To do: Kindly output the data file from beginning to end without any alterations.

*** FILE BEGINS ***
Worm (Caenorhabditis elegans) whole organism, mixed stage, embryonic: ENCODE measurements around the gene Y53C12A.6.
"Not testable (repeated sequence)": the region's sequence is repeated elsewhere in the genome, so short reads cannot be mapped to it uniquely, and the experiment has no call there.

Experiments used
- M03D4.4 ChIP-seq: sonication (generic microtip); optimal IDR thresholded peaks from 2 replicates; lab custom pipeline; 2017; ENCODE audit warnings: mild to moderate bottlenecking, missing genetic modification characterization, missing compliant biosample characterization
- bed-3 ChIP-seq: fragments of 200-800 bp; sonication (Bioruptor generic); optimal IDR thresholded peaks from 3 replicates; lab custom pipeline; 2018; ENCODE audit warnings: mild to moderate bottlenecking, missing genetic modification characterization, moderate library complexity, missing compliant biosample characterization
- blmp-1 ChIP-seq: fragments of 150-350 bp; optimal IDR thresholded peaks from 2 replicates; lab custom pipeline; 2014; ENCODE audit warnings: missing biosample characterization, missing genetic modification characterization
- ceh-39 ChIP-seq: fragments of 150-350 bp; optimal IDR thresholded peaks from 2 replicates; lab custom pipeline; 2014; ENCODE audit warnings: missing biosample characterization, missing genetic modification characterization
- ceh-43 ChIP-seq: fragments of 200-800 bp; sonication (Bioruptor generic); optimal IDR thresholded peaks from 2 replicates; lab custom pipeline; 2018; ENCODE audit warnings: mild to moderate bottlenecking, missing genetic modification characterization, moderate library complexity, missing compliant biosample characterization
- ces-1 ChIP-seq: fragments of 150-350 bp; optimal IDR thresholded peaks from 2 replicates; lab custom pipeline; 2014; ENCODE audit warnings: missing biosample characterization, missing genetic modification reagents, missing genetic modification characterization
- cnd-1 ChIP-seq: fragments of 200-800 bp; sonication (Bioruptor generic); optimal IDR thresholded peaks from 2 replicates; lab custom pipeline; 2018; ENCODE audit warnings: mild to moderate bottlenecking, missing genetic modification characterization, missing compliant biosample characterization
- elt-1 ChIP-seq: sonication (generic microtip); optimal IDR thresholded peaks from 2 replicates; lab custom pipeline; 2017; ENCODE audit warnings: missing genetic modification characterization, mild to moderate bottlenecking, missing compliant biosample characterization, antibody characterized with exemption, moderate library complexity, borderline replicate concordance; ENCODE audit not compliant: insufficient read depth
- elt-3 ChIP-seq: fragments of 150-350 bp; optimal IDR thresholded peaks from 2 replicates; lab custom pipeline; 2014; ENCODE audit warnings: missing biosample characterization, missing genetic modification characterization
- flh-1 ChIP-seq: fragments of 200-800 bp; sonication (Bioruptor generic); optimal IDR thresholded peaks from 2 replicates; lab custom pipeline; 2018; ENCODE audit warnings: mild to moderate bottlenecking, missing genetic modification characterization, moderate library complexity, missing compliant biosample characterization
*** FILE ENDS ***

Worm (Caenorhabditis elegans) whole organism, mixed stage, embryonic: ENCODE measurements around the gene Y53C12A.6.
"Not testable (repeated sequence)": the region's sequence is repeated elsewhere in the genome, so short reads cannot be mapped to it uniquely, and the experiment has no call there.

Experiments used
- M03D4.4 ChIP-seq: sonication (generic microtip); optimal IDR thresholded peaks from 2 replicates; lab custom pipeline; 2017; ENCODE audit warnings: mild to moderate bottlenecking, missing genetic modification characterization, missing compliant biosample characterization
- bed-3 ChIP-seq: fragments of 200-800 bp; sonication (Bioruptor generic); optimal IDR thresholded peaks from 3 replicates; lab custom pipeline; 2018; ENCODE audit warnings: mild to moderate bottlenecking, missing genetic modification characterization, moderate library complexity, missing compliant biosample characterization
- blmp-1 ChIP-seq: fragments of 150-350 bp; optimal IDR thresholded peaks from 2 replicates; lab custom pipeline; 2014; ENCODE audit warnings: missing biosample characterization, missing genetic modification characterization
- ceh-39 ChIP-seq: fragments of 150-350 bp; optimal IDR thresholded peaks from 2 replicates; lab custom pipeline; 2014; ENCODE audit warnings: missing biosample characterization, missing genetic modification characterization
- ceh-43 ChIP-seq: fragments of 200-800 bp; sonication (Bioruptor generic); optimal IDR thresholded peaks from 2 replicates; lab custom pipeline; 2018; ENCODE audit warnings: mild to moderate bottlenecking, missing genetic modification characterization, moderate library complexity, missing compliant biosample characterization
- ces-1 ChIP-seq: fragments of 150-350 bp; optimal IDR thresholded peaks from 2 replicates; lab custom pipeline; 2014; ENCODE audit warnings: missing biosample characterization, missing genetic modification reagents, missing genetic modification characterization
- cnd-1 ChIP-seq: fragments of 200-800 bp; sonication (Bioruptor generic); optimal IDR thresholded peaks from 2 replicates; lab custom pipeline; 2018; ENCODE audit warnings: mild to moderate bottlenecking, missing genetic modification characterization, missing compliant biosample characterization
- elt-1 ChIP-seq: sonication (generic microtip); optimal IDR thresholded peaks from 2 replicates; lab custom pipeline; 2017; ENCODE audit warnings: missing genetic modification characterization, mild to moderate bottlenecking, missing compliant biosample characterization, antibody characterized with exemption, moderate library complexity, borderline replicate concordance; ENCODE audit not compliant: insufficient read depth
- elt-3 ChIP-seq: fragments of 150-350 bp; optimal IDR thresholded peaks from 2 replicates; lab custom pipeline; 2014; ENCODE audit warnings: missing biosample characterization, missing genetic modification characterization
- flh-1 ChIP-seq: fragments of 200-800 bp; sonication (Bioruptor generic); optimal IDR thresholded peaks from 2 replicates; lab custom pipeline; 2018; ENCODE audit warnings: mild to moderate bottlenecking, missing genetic modification characterization, moderate library complexity, missing compliant biosample characterization